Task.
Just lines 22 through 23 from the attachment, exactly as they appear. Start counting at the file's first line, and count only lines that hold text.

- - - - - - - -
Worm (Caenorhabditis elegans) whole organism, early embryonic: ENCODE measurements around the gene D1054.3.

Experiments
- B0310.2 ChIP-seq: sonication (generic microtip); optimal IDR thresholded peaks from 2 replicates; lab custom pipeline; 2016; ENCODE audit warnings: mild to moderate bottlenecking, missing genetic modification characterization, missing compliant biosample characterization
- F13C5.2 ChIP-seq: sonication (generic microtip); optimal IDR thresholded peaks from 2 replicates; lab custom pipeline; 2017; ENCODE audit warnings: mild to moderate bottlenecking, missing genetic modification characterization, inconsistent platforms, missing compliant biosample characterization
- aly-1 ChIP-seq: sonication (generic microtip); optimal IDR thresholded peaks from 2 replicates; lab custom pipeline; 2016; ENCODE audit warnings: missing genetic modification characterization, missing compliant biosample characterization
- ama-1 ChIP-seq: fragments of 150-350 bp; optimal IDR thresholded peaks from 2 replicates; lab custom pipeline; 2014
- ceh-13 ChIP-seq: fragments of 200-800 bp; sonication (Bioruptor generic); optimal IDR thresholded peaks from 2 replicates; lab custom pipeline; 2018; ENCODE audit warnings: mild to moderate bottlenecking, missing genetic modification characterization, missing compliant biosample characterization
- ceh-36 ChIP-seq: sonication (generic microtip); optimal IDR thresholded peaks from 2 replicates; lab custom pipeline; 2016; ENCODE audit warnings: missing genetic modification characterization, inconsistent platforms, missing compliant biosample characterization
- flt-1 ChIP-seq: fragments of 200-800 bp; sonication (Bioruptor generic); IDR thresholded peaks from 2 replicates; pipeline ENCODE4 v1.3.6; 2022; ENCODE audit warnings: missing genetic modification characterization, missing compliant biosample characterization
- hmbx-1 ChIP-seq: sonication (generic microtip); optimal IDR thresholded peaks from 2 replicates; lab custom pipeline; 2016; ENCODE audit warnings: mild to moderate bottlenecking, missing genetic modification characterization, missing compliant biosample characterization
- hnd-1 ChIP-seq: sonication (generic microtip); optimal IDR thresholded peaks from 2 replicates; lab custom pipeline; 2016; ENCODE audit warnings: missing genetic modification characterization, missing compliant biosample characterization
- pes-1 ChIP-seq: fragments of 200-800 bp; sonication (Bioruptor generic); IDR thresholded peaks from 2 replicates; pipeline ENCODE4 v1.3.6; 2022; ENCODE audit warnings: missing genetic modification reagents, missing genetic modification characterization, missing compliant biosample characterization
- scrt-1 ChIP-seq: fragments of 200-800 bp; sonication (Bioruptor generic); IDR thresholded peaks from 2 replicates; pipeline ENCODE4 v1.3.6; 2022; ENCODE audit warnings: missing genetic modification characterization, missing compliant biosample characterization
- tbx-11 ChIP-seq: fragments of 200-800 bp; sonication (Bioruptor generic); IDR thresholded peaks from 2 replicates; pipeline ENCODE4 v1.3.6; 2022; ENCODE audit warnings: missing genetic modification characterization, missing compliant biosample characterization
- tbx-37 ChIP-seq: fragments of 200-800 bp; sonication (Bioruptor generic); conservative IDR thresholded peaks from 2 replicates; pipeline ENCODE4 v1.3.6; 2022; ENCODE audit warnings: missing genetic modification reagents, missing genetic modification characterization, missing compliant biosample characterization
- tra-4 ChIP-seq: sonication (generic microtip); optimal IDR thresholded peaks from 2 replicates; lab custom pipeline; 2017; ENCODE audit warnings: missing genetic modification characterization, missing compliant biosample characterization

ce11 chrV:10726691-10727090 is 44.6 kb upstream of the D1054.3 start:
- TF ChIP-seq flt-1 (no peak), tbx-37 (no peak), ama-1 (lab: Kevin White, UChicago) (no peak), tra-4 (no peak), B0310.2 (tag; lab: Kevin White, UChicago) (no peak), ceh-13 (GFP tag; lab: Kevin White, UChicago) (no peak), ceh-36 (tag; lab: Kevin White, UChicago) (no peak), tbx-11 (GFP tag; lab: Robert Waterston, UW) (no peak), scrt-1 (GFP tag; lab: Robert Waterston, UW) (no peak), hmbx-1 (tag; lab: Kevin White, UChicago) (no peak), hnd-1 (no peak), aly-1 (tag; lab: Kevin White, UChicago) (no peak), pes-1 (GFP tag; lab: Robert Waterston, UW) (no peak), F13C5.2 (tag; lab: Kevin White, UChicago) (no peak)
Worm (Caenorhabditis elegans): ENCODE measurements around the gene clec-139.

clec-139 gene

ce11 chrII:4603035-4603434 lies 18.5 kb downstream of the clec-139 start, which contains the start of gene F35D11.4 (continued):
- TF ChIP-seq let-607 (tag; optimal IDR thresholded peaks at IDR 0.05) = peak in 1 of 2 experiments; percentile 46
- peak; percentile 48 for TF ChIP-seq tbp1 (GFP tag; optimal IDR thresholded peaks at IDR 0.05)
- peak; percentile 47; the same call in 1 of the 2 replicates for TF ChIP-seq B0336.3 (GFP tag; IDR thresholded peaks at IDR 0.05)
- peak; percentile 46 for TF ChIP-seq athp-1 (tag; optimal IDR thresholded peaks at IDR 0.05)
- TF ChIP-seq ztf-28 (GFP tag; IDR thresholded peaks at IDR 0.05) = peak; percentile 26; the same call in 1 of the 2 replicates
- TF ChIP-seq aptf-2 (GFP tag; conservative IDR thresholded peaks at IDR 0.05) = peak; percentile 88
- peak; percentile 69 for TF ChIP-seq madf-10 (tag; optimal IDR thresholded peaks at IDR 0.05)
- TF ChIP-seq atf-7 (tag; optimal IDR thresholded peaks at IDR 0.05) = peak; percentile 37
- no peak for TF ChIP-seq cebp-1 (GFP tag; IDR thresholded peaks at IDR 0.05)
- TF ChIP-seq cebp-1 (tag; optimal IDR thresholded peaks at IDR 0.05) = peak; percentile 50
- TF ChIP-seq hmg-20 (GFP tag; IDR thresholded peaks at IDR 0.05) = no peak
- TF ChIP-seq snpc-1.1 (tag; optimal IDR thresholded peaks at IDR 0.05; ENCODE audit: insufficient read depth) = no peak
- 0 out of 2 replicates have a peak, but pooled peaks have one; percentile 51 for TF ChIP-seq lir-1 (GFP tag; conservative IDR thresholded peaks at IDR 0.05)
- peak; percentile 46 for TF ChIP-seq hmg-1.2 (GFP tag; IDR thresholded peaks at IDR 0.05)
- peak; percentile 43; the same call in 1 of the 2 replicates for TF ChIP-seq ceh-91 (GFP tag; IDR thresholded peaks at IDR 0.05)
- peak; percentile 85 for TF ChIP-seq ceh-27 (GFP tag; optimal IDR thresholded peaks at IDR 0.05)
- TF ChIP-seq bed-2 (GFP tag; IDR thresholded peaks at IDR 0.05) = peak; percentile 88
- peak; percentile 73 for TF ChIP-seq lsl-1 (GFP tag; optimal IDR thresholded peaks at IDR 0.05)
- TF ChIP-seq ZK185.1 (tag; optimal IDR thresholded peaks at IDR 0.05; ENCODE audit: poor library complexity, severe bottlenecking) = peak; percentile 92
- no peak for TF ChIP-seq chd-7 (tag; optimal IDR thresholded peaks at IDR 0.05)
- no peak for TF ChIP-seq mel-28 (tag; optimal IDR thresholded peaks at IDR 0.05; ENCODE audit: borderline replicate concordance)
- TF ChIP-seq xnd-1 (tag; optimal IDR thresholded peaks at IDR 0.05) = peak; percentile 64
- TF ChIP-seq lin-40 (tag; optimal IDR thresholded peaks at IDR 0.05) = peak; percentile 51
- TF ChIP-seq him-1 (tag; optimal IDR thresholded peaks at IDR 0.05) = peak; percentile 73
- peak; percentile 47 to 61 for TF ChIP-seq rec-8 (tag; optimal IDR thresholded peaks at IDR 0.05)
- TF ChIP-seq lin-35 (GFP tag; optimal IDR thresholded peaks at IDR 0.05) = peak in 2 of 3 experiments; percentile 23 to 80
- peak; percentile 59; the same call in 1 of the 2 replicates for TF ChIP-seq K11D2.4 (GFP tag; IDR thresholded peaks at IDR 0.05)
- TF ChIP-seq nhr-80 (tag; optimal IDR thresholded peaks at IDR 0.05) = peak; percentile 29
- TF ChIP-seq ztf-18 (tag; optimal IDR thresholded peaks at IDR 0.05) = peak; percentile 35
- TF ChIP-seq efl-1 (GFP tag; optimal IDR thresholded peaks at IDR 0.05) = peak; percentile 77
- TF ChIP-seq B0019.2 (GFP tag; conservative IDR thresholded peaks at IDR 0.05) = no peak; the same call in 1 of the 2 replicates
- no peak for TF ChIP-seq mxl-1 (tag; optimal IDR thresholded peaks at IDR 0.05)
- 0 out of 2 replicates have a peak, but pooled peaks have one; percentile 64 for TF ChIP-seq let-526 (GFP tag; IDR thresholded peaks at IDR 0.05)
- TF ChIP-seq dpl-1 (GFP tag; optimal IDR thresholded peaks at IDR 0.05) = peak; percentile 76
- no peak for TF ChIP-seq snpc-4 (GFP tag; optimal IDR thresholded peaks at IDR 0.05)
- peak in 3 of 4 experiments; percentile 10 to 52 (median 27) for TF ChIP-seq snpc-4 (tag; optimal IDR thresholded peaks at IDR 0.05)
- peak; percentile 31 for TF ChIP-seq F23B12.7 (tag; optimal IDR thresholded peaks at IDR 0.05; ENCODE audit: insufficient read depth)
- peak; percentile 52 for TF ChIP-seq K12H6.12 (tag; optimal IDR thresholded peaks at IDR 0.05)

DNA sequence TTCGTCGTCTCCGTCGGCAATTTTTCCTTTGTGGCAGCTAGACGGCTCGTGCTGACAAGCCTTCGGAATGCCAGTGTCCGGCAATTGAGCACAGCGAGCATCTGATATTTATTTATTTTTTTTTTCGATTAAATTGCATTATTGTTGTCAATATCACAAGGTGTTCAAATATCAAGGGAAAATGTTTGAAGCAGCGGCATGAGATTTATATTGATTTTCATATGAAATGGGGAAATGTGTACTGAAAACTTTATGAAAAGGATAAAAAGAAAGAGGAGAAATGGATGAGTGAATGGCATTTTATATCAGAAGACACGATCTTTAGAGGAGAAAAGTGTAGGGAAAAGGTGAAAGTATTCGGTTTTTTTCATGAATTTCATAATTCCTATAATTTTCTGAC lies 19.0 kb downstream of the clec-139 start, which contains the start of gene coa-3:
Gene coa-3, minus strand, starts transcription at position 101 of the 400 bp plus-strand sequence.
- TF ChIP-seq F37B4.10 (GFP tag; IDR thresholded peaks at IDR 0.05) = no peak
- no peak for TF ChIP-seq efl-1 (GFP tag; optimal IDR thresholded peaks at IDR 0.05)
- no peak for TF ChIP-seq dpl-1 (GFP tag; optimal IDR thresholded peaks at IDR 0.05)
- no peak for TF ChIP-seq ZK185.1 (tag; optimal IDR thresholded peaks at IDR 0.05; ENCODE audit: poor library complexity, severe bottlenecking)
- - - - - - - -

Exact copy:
- TF ChIP-seq let-607 (tag; optimal IDR thresholded peaks at IDR 0.05) = peak in 1 of 2 experiments; percentile 46
- peak; percentile 48 for TF ChIP-seq tbp1 (GFP tag; optimal IDR thresholded peaks at IDR 0.05)